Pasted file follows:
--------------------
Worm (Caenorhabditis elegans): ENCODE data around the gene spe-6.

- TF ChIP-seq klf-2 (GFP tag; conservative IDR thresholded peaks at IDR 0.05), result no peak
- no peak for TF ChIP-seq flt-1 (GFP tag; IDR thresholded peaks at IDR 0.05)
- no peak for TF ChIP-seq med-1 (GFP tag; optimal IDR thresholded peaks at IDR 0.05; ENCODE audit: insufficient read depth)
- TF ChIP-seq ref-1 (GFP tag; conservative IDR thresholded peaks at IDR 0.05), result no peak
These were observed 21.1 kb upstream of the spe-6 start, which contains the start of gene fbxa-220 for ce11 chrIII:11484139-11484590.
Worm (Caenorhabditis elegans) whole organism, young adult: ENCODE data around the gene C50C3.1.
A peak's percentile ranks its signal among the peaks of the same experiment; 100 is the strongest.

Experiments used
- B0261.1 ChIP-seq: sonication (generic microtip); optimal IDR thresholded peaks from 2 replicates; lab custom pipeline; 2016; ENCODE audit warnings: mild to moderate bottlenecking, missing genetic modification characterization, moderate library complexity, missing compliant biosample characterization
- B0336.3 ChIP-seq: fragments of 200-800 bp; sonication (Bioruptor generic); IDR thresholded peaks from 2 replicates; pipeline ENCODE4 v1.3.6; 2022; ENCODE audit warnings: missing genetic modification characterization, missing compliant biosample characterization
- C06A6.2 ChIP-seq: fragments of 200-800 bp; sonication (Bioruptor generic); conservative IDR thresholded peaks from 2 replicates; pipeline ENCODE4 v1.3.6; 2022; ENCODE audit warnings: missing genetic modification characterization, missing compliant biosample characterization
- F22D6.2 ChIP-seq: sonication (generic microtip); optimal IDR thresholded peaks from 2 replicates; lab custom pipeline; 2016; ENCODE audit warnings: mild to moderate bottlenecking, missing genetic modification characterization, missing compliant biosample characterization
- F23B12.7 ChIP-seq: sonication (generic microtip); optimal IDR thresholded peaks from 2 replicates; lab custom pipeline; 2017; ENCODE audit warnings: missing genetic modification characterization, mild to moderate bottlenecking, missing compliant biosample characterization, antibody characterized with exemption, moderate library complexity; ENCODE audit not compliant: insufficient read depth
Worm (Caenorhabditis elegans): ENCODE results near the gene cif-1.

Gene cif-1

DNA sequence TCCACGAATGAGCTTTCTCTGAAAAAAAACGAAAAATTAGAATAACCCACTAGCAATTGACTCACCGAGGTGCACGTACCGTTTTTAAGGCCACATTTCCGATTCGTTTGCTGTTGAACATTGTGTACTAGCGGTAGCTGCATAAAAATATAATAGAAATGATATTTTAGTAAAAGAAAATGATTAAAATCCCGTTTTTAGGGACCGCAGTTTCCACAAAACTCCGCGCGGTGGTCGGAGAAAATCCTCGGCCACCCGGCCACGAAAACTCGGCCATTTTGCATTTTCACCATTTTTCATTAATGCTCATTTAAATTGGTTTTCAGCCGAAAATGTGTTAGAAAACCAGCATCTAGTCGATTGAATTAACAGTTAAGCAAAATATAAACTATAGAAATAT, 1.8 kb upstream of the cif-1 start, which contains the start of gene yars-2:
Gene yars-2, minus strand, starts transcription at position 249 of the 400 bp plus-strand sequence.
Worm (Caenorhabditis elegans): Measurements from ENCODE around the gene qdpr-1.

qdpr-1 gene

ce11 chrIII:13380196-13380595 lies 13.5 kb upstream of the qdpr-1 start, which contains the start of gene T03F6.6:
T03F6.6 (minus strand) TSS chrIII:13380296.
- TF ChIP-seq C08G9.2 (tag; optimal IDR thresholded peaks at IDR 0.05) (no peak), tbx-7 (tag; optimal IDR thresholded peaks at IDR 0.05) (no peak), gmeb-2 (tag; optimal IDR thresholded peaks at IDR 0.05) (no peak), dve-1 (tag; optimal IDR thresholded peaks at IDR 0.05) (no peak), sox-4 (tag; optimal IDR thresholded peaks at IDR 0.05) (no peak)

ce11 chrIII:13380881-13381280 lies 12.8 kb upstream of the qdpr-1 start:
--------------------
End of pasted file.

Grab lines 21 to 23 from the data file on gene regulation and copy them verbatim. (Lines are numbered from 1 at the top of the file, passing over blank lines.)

ce11 chrIII:13380196-13380595 lies 13.5 kb upstream of the qdpr-1 start, which contains the start of gene T03F6.6:
T03F6.6 (minus strand) TSS chrIII:13380296.
- TF ChIP-seq C08G9.2 (tag; optimal IDR thresholded peaks at IDR 0.05) (no peak), tbx-7 (tag; optimal IDR thresholded peaks at IDR 0.05) (no peak), gmeb-2 (tag; optimal IDR thresholded peaks at IDR 0.05) (no peak), dve-1 (tag; optimal IDR thresholded peaks at IDR 0.05) (no peak), sox-4 (tag; optimal IDR thresholded peaks at IDR 0.05) (no peak)